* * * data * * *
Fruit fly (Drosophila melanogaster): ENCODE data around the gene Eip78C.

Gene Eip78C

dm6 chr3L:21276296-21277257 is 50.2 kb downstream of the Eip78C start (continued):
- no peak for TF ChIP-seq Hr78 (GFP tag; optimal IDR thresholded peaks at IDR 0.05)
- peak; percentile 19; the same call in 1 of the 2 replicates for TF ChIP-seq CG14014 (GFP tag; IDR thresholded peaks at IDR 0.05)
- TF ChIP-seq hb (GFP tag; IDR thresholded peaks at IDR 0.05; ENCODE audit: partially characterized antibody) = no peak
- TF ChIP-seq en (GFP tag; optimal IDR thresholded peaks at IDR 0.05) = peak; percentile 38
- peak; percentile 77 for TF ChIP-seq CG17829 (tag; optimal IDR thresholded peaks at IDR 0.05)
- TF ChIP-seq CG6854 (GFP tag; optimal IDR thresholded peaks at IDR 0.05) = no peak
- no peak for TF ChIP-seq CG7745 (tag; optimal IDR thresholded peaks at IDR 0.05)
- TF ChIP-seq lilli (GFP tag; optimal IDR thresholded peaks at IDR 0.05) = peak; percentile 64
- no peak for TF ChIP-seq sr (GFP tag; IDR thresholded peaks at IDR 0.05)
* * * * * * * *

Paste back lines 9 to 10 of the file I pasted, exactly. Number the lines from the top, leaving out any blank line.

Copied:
- TF ChIP-seq CG6854 (GFP tag; optimal IDR thresholded peaks at IDR 0.05) = no peak
- no peak for TF ChIP-seq CG7745 (tag; optimal IDR thresholded peaks at IDR 0.05)